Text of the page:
City sees first 2021 American Cruise ship arrive

Passengers begin to come off the Queen of the Mississippi at about 9 a.m. Thursday morning in Fort Madison. Photo by Chuck Vandenberg/PCC

BY CHUCK VANDENBERG
PCC EDITOR

FORT MADISON – After a first cruise liner had to bypass Fort Madison a week ago due to delays, American Cruise Line passengers disembarked for the first time in 2021 on Thursday morning at about 9 a.m. on the Fort Madison riverfront.

Staff aboard the Queen of the Mississippi had to navigate some shallow waters, but eventually got moored to the city’s pier on the west side of Riverview Park just before 7:30 a.m.

With service groups, city officials and some area on-lookers there to receive the visitors, several hundred passengers were quickly ushered onto ACL buses for tours to area agriculture spots, the Old Fort and other tourist destinations around Lee County.

Robert Williams, of Denver, got on board the cruise liner in St. Louis and said it was his first time traveling along the Mississippi. He said he’s taken tours with Viking Cruise Lines in France, but hadn’t had a chance to cruise on the Mississippi.

Fort Madison Community School District Superintendent Dr. Erin Slater hands welcome bags to passengers of the Queen of the Mississippi after it docked in Fort Madison Thursday morning. Photo by Chuck Vandenberg/PCC

“When you’re young you can’t afford to do it. But when you get a little older and get the kids out of the house you can go. So we’re free to go. And you just fly to one place and they take care of you all the way to the next place. You really can’t beat it.”

He said the boat stopped in Hannibal for the day on Wednesday, and then there is entertainment nightly on the boats after they get moving again.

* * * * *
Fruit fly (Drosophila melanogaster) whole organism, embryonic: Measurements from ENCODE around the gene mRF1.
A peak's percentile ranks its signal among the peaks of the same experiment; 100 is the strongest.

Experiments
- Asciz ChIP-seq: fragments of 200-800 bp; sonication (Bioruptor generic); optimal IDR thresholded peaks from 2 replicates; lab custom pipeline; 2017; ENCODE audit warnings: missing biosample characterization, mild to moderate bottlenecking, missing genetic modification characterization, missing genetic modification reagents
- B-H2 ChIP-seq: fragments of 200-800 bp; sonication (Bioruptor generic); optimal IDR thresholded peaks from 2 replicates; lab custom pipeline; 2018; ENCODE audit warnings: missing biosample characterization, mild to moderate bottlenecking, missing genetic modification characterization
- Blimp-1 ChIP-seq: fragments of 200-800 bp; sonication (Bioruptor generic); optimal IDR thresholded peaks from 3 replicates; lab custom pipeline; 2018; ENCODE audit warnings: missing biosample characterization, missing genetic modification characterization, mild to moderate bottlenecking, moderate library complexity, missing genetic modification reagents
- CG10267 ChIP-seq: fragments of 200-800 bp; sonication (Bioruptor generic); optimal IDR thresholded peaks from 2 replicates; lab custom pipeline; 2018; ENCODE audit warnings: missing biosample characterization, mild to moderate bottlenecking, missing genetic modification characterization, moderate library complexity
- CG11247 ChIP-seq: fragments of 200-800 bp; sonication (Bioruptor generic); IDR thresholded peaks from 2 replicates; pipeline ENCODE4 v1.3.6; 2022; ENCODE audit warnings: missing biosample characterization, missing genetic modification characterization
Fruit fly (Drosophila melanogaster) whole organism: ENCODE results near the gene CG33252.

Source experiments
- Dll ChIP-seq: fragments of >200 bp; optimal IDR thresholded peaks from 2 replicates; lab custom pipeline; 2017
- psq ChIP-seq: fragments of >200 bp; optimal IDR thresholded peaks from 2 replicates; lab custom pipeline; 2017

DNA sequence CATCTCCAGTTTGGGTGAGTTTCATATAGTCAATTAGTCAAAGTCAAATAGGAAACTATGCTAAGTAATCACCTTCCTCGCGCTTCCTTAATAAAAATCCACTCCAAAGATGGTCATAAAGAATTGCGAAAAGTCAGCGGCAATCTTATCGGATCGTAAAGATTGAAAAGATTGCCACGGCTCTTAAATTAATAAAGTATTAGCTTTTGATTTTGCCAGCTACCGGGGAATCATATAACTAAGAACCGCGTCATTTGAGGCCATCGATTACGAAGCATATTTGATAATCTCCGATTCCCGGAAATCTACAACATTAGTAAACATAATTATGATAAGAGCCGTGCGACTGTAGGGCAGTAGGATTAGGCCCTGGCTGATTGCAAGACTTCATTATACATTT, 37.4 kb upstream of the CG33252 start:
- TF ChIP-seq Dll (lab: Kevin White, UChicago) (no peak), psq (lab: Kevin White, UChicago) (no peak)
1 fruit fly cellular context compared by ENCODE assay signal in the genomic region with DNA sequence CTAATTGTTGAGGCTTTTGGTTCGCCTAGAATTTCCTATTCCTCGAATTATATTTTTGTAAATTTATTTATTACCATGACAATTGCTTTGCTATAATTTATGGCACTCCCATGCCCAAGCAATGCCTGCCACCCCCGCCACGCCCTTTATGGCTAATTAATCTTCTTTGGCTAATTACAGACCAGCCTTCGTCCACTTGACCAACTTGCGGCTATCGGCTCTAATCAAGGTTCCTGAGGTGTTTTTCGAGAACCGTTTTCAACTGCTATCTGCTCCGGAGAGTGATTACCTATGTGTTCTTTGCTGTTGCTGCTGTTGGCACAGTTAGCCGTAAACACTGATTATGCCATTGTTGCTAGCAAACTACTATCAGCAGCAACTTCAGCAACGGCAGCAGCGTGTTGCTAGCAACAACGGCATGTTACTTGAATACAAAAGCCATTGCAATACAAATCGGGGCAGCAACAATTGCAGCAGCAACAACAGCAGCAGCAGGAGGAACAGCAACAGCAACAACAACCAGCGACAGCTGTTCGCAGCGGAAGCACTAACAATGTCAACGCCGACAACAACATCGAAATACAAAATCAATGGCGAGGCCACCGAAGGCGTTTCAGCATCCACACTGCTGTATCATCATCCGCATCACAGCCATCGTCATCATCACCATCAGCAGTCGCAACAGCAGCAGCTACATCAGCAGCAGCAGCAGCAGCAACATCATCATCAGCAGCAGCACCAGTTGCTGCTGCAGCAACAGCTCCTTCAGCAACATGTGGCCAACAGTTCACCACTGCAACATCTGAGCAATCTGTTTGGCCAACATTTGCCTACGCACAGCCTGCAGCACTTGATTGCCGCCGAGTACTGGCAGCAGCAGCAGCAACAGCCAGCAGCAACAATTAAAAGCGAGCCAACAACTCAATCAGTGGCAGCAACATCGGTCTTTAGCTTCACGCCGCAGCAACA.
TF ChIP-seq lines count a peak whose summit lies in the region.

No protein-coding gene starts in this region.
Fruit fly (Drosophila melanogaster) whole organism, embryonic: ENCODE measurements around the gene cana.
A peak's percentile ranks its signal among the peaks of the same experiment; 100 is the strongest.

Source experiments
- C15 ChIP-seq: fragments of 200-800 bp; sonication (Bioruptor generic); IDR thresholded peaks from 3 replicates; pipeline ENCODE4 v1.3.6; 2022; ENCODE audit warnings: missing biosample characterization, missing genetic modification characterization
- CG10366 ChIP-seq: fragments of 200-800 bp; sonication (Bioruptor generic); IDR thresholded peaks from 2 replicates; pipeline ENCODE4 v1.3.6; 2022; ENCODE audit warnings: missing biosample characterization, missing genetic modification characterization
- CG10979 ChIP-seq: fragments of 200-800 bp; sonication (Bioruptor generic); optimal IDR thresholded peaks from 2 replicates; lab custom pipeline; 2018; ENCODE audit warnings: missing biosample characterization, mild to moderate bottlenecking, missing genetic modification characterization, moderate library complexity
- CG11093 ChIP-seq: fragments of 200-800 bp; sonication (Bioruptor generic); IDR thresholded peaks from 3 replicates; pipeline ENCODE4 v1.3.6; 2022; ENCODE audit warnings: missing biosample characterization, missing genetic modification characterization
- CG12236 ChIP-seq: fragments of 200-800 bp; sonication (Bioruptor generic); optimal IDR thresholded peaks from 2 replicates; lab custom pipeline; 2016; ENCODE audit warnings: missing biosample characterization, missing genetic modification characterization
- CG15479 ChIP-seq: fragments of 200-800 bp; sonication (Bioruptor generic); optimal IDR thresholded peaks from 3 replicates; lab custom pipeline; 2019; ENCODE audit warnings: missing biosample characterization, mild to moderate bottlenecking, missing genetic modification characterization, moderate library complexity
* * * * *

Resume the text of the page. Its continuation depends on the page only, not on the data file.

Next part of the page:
He said the ships are usually parked all day and passengers get to move around the cities along the route.

“All my life I’ve driven across the country, but I’ve never had the chance to visit the Mississippi River towns and I’m finding this to be very neat.”

Williams said he was grew up on the Ohio River in Augusta, Kentucky, “where George Clooney is from” and knows the river life, but said the Mississippi River culture is quite a bit different. He said the landscape and vistas of the river valley are a stark contrast to the mountains of the Rockies.

“I can see Pike’s Peak from my driveway, but you don’t get to see views like this where I’m from,” Williams said looking back at the Fort Madison townscape from the pier.

He also said he enjoyed the locks along the river and how that system works. But he said he was surprised at how few structures there are along the river until you get to the river communities.

“Everywhere you go in this country there’s different food, different people, different accents,” he said. “We came in a group of eight – two couples from Pennsylvania, one couple from New York and us from Colorado. We all get a vacation but we also get to meet together. And that’s the key, right there.”

Fort Madison’s Jim Lynk, far right, greets passengers from the Queen of the Mississippi Thursday morning at the Fort Madison riverfront. The passengers were split into three tours of area agribusiness, tourism or historic downtown Fort Madison. Lynk was serving as co-host on the one of the tour buses. Photo by Chuck Vandenberg/PCC

David Bentler, of Nauvoo, tracked the boat from Hannibal, got up in the morning and made the trip up to Fort Madison to look at the boat.

“I think these boats are neat and I like to come up and see them when they’re here. And it’s really good for the area,” he said.

Bentler grew up in Mt. Pleasant and then moved away before buying a second home in Nauvoo to stay close to the area.

Bentler chatted up one of the boat officers and some staff who were trying to hook up to the city’s water, but were taken back a bit by some neighborhood spiders that had decided to rest on the connection. The two deck hands dropped the connection cover and jumped back at the site of the arachnids, drawing laughs from Bentler.

City officials are planning for about 20 more stops this year if the pandemic numbers don’t rise again and weather holds out.

Almost all the passengers coming off the ship were wearing masks as they entered the buses for the tour that will run throughout the day. Lunch and dinner are provided on the ship, but passengers are free to roam about the downtown area, where they can shop and stop in for snacks and drinks, or even a meal if they choose.

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